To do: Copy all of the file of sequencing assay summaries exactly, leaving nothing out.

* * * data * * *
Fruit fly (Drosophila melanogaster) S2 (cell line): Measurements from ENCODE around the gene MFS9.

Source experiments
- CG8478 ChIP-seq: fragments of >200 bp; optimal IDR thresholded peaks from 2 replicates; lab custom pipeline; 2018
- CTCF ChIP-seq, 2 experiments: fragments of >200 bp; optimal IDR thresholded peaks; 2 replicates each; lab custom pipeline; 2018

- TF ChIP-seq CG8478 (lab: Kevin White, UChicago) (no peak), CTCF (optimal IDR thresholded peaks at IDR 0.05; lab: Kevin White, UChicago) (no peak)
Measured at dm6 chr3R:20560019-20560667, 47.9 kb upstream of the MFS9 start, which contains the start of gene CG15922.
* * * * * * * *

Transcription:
Fruit fly (Drosophila melanogaster) S2 (cell line): Measurements from ENCODE around the gene MFS9.

Source experiments
- CG8478 ChIP-seq: fragments of >200 bp; optimal IDR thresholded peaks from 2 replicates; lab custom pipeline; 2018
- CTCF ChIP-seq, 2 experiments: fragments of >200 bp; optimal IDR thresholded peaks; 2 replicates each; lab custom pipeline; 2018

- TF ChIP-seq CG8478 (lab: Kevin White, UChicago) (no peak), CTCF (optimal IDR thresholded peaks at IDR 0.05; lab: Kevin White, UChicago) (no peak)
Measured at dm6 chr3R:20560019-20560667, 47.9 kb upstream of the MFS9 start, which contains the start of gene CG15922.